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Review: ‘The Menu’

Foodie Dark Comedy Serves Up A Choice Meal Of Social Critique And Biting Humor

Everybody think they’re a critic. When it comes to cuisine, everyone think they’re a food critic. Or a foodie. Call it the Bourdainitization, or the Guy Fieritization of the culture, but do you hear how everybody talks the same way about food now? It’s annoyingly pretentious, made worse by the obscure, miniscule delicacies of haute cusine. Food is no longer something to be savored and enjoyed. It is instead a thought exercise, a performance, a piece of art. Dude, just give me something I can shove into my face. At least on Hell’s Kitchen Gordon Ramsey serves up his culinary delights with a slab of beef wellington.

The Menu serves up heaping dish of dark comedy that slices up the elite class and bullshit wannabe foodies like so much pork tenderloin. Directed by Succession helmer Mark Mylod from a script by The Onion vets Seth Reiss and Will Tracy, the film is most notably recognizable as an Adam McKay joint. While he’s only here as a producer, his gift for finding the funny in class warfare is everywhere here, just as his penchant for painting everyone with the broadest of brushes.

Fortunately, painting with a broad brush is perfectly fine for this vaguely horror-ish premise in which a small group of upper-class patrons are whisked away to a remote island where they will dine on the rare delicacies of Chef  Slowik (Ralph Fiennes). While yuppie Tyler (Nicholas Hoult) is enamored with Slowik and the performative nature of this elaborate setup, his date Margot (Anya Taylor-Joy) is so disinterested she puffs on a cigarette before. It earns her a hearty rebuke from Tyler who is worried she’ll kill her taste buds before the scrumptious morsels they’re about to feast on.

Of the 12 people seated at Slowik’s Hawthorne establishment, exactly none of them is what one would call a “regular joe”. There’s John Leguizamo’s big shot Hollywood actor, a trio of douchey business bros there for the status, a top food critic who helped Slowik get his start, and more. Meanwhile, Slowik runs his ship like a fantatical cult leader. His brigade stomps around with military efficiency, bending low to craft each plate with the delicate detail of artists. Because, after all, that is what this is all about. It’s not food. It’s art. Slowik indulges in lavish stories that lend depth and meaning to every squirt of foam, every tidbit of protein, every herb. One course is introduced with a story about the longevity of peasant bread, only for Slowik to serve his diners a breadless dish of accoutrements because they are anything but common peasants.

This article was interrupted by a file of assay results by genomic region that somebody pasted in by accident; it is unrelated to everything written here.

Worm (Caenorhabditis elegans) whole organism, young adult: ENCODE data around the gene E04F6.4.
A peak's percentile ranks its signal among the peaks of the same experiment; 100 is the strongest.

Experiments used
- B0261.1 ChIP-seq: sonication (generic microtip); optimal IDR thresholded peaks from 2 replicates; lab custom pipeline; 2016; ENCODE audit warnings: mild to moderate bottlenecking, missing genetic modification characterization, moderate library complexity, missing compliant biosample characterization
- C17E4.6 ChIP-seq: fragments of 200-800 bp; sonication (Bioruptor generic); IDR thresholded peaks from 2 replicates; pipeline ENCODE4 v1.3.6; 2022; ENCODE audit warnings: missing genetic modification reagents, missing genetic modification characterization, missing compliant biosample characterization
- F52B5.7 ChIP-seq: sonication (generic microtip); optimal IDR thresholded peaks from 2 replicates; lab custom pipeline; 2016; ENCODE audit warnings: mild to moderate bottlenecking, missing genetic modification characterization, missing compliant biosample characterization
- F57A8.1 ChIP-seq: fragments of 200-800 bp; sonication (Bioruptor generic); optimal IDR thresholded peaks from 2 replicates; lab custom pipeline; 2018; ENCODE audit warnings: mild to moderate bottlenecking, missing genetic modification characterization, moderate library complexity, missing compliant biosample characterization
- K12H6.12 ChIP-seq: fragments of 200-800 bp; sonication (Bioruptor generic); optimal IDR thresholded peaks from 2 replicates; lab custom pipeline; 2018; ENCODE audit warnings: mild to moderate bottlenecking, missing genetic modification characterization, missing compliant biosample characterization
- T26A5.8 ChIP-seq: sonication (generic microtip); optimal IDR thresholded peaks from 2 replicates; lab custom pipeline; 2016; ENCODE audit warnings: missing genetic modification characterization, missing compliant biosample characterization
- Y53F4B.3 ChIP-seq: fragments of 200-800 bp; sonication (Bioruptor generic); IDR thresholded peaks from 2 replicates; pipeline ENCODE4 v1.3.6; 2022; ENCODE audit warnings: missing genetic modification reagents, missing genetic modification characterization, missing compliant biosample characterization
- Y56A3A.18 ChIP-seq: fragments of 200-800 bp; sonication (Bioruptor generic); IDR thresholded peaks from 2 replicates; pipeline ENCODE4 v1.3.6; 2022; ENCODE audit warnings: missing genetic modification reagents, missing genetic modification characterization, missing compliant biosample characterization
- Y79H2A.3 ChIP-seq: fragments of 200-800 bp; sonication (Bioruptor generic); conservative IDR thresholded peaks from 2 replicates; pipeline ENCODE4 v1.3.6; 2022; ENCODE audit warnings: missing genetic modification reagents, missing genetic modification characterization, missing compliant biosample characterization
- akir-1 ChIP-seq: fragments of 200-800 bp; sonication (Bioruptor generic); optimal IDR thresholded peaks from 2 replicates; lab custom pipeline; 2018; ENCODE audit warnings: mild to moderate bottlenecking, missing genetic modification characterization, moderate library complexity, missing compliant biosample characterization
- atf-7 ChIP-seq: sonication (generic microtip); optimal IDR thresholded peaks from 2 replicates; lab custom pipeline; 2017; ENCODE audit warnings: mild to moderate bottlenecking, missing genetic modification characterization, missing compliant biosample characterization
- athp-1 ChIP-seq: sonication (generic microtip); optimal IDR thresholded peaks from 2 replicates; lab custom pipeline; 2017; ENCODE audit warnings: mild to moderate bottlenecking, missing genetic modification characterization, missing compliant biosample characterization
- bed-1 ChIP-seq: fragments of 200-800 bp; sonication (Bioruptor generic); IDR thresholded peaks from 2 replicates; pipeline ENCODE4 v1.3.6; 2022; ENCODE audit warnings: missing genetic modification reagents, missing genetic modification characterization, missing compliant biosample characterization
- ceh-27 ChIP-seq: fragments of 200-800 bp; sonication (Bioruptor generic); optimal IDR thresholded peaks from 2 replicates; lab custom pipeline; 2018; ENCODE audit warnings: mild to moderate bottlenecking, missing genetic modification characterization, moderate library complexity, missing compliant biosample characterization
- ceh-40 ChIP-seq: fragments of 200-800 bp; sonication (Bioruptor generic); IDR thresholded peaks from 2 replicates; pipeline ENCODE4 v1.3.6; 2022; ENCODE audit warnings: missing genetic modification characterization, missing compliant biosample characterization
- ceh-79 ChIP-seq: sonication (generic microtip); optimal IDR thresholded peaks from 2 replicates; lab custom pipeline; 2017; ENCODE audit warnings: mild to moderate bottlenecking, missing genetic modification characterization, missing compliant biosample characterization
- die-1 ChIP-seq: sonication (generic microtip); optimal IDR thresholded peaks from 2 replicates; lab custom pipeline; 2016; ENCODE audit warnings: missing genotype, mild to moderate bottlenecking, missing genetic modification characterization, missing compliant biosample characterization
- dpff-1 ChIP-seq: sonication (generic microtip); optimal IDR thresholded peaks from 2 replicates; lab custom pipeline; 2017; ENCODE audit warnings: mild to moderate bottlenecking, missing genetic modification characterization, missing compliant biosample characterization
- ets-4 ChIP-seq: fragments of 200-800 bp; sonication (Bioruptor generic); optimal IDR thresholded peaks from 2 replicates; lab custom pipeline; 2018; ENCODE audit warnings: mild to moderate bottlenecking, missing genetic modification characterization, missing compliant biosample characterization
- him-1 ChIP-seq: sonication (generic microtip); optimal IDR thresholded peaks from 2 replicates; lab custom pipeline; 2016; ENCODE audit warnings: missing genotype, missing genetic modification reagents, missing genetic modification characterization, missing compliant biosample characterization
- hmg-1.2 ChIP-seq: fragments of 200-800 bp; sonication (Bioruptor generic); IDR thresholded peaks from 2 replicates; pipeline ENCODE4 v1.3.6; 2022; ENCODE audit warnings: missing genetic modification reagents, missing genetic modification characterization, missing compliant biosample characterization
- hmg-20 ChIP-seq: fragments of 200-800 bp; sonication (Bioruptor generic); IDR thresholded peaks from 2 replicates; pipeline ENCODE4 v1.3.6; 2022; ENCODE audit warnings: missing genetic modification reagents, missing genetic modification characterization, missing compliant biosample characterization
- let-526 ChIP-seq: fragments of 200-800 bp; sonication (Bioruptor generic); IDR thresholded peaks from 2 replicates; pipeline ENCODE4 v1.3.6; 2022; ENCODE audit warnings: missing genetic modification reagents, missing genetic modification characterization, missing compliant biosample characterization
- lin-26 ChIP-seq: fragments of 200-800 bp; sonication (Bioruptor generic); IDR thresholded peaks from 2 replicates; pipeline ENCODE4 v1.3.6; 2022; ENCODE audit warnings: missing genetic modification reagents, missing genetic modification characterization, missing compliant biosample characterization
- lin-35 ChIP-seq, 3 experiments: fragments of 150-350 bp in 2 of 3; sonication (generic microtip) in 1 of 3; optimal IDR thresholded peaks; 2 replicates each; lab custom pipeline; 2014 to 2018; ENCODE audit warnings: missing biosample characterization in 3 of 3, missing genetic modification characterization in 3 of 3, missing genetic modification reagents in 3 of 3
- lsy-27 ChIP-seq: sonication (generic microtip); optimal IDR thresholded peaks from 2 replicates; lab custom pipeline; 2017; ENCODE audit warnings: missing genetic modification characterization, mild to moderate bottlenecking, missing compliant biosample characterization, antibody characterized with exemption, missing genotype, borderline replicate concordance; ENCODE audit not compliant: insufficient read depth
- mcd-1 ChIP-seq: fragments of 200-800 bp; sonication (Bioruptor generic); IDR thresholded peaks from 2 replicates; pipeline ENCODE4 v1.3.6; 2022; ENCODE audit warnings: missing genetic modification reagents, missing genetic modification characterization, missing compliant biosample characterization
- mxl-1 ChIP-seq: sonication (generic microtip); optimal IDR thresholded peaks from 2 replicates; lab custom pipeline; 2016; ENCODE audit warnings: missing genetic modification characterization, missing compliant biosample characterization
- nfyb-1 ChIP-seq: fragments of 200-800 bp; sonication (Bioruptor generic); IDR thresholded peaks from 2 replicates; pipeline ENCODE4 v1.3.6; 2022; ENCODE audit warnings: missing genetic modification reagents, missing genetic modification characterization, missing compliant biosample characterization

So it’s clear the disdain we’re meant to have for these people, and while it’s all razor thin critique it is nonetheless quite fun to watch them get their comeuppance. The scenario isn’t that much different than your average Saw movie. They are all there thinking they’re in for the meal of their lives, and that’s exactly what they get. However, Slowik has an agenda, a deadly one. And whaddaya know, some of these characters have a connection to one another!

Slowik is the evil Jigsaw of this dangerous supper club. The disgust that he has for these food photographing Instagramers, these negative Yelp review-giving cretins, oozes out of every word like cheese from a squished Juicy Lucy. Fiennes’ performance is delectible, a little bit Voldemort, a little bit M. Gustave from The Grand Budapest Hotel. Hoult is the model of the kind of arrogant foodie prick we all want to see choke on his amuse-bouche. Taylor-Joy, replacing the previously cast Emma Stone, is better suited to playing the mysterious, salt-of-the-earth Margot who has no time for this boujee nonsense.

Each course offers up something new to chew on. Most ratchet up the tension, although it gets pretty obvious where Slowik’s machinations are leading. Other courses send the pitch black mood too far into comedy, boiling down the stakes so far that they must be built back up again. But the cutting barbs aimed at the smug and delusional more often than not find their mark, even if they leave the film looking just as snobbish as the folks it’s targeting. Like any multi-course meal, some dishes will satisfy more than others. The Menu offers up a choice selection of social critique and biting humor, so be sure to come hungry.

The Menu opens in theaters on November 18th.

REVIEW OVERVIEW
The Menu
Travis Hopson has been reviewing movies before he even knew there was such a thing. Having grown up on a combination of bad '80s movies, pro wrestling, comic books, and hip-hop, Travis is uniquely positioned to geek out on just about everything under the sun. A vampire who walks during the day and refuses to sleep, Travis is the co-creator and lead writer for Punch Drunk Critics. He is also a contributor to Good Morning Washington, WBAL Morning News, and WETA Around Town. In the five minutes a day he's not working, Travis is also a voice actor, podcaster, and Twitch gamer. Travis is a voting member of the Critics Choice Association (CCA), Washington DC Area Film Critics Association (WAFCA), and Late Night programmer for the Lakefront Film Festival.
review-the-menuEverybody think they're a critic. When it comes to cuisine, everyone think they're a food critic. Or a foodie. Call it the Bourdainitization, or the Guy Fieritization of the culture, but do you hear how everybody talks the same way about food now? It's...

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